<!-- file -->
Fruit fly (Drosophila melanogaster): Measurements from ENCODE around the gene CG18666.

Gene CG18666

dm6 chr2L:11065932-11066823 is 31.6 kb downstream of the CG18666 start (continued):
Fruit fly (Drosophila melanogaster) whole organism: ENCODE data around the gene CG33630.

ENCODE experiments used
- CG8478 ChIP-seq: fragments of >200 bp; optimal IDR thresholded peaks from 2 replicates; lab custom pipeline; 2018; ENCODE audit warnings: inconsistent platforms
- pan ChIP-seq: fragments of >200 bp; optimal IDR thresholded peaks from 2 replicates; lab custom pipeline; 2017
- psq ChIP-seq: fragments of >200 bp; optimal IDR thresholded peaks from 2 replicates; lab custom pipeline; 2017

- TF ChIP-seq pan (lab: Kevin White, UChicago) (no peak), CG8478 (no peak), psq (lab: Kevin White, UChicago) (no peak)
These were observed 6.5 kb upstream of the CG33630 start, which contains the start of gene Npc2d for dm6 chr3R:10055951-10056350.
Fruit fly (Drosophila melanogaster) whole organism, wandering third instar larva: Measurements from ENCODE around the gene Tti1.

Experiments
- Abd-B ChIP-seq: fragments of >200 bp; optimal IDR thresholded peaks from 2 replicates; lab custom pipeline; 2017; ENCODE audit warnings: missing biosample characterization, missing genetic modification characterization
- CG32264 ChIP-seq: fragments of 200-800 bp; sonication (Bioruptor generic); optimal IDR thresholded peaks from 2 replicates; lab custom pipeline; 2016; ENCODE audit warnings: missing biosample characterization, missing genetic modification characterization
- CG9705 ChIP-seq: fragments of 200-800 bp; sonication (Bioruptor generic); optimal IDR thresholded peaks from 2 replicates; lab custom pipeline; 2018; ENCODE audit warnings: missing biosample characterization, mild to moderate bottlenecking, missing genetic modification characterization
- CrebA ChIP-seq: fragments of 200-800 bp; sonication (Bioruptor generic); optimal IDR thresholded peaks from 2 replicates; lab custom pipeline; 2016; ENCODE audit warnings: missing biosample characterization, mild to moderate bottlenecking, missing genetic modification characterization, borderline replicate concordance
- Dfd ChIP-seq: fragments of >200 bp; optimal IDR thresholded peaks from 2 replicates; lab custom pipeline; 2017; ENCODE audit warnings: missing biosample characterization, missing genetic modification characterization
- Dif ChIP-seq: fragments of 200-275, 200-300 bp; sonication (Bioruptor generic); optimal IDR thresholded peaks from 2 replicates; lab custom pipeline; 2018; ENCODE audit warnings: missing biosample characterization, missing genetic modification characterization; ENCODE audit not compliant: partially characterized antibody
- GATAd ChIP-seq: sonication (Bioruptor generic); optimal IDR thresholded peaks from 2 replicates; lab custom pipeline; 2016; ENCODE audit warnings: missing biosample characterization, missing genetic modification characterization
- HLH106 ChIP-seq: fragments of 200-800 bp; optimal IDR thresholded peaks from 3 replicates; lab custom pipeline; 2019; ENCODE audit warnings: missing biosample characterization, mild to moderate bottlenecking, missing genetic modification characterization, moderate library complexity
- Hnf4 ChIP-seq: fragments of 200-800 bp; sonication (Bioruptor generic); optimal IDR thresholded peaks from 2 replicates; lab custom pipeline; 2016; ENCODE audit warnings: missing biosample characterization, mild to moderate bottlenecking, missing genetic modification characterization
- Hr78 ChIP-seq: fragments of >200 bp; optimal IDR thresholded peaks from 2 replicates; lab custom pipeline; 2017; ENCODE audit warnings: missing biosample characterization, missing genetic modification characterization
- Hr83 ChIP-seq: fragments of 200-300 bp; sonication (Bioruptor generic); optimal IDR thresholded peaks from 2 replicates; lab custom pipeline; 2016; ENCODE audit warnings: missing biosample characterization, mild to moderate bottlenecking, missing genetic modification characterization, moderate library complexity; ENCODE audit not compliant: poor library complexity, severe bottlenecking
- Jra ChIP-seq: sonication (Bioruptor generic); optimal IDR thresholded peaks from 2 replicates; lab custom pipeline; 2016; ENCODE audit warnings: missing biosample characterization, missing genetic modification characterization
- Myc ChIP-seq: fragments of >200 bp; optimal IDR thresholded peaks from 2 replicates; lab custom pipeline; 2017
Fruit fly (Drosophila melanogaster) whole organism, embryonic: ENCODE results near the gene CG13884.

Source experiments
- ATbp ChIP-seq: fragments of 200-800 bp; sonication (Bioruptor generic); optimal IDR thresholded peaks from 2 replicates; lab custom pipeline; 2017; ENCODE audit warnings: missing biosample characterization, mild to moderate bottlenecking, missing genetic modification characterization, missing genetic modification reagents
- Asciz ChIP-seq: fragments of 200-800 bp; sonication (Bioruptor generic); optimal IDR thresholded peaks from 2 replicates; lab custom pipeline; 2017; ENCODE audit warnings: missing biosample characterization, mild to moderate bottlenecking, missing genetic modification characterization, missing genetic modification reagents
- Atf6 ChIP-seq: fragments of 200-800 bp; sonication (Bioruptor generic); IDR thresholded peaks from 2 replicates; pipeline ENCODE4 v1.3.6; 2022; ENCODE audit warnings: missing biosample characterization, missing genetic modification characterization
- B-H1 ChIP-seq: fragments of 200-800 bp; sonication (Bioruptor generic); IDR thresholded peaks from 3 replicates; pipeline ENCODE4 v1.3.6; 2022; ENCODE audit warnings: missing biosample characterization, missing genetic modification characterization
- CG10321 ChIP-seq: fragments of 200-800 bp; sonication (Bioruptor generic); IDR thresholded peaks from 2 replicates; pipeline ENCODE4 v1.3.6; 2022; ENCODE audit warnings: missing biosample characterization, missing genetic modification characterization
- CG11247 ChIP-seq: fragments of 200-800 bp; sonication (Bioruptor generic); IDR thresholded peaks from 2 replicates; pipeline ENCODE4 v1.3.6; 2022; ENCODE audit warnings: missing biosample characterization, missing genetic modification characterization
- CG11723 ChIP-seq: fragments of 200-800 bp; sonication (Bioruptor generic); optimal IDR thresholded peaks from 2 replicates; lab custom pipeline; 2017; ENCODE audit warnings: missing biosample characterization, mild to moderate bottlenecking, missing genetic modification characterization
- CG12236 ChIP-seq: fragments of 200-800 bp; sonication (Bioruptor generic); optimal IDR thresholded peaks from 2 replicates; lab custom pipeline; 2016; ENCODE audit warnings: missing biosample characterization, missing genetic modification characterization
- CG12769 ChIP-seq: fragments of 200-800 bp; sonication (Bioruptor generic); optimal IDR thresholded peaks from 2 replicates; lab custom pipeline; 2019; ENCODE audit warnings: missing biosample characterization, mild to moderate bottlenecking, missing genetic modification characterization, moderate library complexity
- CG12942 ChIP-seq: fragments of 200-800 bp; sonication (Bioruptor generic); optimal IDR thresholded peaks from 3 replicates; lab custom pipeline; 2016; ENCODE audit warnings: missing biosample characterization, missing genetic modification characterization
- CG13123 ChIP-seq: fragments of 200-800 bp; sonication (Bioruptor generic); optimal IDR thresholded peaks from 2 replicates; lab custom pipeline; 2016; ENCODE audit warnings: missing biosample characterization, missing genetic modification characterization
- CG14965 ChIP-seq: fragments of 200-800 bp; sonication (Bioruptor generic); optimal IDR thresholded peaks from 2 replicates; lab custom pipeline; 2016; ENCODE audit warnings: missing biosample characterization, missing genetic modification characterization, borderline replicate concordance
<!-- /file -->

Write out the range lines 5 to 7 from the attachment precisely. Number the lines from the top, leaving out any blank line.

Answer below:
ENCODE experiments used
- CG8478 ChIP-seq: fragments of >200 bp; optimal IDR thresholded peaks from 2 replicates; lab custom pipeline; 2018; ENCODE audit warnings: inconsistent platforms
- pan ChIP-seq: fragments of >200 bp; optimal IDR thresholded peaks from 2 replicates; lab custom pipeline; 2017